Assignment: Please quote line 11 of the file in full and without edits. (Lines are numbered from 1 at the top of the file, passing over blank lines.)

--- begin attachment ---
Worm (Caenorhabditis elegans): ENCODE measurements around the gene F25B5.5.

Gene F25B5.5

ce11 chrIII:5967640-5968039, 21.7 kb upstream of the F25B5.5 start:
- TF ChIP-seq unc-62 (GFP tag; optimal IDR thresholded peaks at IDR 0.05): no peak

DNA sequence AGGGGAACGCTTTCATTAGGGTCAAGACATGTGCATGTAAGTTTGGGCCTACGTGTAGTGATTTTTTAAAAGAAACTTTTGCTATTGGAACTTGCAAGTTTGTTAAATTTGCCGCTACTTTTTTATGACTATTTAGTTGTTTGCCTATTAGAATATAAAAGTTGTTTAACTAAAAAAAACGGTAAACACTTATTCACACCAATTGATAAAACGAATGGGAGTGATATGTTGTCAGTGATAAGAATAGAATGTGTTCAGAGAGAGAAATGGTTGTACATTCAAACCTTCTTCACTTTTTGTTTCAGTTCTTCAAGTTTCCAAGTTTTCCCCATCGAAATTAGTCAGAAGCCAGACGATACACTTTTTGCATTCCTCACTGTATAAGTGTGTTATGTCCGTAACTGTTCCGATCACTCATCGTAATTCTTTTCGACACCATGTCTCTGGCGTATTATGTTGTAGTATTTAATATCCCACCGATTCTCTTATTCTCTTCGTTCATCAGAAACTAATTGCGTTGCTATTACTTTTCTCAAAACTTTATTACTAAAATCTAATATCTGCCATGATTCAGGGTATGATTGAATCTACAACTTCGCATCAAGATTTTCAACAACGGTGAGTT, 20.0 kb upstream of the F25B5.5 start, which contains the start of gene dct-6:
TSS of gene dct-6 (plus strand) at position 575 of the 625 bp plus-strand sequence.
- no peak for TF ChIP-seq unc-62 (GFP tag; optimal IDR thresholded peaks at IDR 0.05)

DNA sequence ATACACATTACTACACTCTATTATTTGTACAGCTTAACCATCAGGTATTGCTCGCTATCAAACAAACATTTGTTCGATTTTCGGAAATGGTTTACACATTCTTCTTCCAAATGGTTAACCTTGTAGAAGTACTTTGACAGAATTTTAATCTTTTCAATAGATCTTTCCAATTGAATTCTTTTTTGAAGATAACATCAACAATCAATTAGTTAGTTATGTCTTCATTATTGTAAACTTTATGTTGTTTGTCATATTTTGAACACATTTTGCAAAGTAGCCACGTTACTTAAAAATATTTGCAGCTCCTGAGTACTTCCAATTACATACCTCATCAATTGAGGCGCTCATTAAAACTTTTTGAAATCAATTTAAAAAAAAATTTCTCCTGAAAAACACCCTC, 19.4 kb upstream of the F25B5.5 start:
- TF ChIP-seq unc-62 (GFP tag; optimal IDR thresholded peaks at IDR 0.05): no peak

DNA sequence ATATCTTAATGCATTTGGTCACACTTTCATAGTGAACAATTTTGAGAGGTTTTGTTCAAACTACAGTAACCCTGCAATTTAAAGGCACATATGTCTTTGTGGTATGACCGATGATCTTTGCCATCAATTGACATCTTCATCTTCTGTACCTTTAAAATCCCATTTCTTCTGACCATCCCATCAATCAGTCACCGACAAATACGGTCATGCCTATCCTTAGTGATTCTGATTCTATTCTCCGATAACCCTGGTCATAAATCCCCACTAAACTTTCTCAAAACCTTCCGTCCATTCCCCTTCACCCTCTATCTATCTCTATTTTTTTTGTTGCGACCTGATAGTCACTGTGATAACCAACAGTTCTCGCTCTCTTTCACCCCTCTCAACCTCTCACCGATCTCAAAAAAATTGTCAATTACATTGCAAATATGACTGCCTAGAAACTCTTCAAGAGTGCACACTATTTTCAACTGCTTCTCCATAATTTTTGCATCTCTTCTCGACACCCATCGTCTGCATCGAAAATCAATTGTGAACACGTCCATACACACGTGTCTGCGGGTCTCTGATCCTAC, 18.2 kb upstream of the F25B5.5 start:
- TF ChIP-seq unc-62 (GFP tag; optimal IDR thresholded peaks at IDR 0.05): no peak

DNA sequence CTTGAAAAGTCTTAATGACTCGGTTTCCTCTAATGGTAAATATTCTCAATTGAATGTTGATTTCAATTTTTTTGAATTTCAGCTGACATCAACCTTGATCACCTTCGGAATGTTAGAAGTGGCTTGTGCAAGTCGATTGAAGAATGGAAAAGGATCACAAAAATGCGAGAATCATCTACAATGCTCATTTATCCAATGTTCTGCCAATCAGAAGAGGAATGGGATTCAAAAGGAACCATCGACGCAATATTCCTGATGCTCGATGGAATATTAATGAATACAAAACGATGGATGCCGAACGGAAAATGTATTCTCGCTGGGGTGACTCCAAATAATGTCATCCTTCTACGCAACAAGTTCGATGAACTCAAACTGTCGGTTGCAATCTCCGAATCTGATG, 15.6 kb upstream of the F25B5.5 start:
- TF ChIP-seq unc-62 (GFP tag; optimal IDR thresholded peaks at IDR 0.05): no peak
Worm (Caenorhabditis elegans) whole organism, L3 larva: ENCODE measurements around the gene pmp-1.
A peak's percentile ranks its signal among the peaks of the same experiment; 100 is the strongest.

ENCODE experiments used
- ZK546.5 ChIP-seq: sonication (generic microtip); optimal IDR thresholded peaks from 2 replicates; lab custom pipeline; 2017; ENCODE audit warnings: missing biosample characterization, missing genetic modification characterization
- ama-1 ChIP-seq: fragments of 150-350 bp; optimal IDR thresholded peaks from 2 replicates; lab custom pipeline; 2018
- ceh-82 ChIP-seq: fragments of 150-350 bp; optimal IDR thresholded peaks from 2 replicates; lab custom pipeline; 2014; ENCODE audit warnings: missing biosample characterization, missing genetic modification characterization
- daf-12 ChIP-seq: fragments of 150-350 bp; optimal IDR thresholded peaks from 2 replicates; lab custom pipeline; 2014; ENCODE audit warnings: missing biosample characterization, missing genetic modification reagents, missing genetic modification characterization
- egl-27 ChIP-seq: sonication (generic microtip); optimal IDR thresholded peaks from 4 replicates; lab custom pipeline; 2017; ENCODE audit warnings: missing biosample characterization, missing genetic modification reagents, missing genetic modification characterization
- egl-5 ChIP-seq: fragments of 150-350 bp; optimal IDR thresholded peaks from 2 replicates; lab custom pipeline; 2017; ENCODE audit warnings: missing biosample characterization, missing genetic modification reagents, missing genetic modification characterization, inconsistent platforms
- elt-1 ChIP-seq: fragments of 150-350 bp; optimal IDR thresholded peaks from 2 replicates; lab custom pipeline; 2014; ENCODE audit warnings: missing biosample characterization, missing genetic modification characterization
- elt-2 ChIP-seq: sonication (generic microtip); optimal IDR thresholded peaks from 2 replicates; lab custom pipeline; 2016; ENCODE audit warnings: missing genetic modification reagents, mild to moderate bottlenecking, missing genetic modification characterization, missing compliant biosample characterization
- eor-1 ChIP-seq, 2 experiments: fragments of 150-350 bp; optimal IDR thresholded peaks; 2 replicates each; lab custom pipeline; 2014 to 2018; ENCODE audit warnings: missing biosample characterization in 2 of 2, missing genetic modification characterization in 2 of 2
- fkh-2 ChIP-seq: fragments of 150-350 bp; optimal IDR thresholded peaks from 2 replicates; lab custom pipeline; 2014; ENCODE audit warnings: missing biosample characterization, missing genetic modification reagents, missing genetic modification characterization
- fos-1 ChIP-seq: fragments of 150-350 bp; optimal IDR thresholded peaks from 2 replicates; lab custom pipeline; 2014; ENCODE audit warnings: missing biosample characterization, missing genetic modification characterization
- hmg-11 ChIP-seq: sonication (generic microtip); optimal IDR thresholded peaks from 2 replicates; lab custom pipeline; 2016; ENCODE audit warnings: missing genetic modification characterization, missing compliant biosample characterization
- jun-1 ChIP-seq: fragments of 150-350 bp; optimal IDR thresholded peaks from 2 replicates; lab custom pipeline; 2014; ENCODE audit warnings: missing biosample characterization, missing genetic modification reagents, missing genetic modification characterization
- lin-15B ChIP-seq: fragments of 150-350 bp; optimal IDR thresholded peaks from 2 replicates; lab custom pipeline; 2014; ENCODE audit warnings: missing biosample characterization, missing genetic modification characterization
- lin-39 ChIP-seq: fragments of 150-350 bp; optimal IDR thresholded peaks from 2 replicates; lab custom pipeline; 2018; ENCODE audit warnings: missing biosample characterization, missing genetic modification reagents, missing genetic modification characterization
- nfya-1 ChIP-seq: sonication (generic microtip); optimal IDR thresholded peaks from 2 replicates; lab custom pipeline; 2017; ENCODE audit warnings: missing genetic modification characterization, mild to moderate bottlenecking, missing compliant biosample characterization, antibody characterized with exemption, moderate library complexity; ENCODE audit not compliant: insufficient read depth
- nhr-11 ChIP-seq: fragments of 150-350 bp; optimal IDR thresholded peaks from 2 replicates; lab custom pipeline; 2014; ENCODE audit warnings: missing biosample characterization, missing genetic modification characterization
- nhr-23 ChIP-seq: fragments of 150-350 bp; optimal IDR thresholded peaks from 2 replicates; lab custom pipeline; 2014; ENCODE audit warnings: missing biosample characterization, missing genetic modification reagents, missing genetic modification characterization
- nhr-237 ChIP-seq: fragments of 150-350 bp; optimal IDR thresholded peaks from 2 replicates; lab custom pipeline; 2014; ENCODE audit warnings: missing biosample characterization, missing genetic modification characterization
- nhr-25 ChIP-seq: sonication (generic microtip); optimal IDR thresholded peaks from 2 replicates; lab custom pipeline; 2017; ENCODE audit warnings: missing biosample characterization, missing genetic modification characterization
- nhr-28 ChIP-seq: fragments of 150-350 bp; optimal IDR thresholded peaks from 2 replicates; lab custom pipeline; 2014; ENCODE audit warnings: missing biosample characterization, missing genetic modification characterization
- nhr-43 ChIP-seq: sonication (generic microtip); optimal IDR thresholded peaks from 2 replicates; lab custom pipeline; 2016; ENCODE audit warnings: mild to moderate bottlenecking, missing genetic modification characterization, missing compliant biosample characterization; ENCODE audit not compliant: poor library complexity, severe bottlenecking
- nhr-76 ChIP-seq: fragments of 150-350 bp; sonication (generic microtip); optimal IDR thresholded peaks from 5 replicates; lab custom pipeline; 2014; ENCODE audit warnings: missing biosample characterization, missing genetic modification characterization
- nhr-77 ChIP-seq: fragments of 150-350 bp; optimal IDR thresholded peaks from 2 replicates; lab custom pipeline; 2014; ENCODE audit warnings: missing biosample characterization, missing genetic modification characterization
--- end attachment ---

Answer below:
- TF ChIP-seq unc-62 (GFP tag; optimal IDR thresholded peaks at IDR 0.05): no peak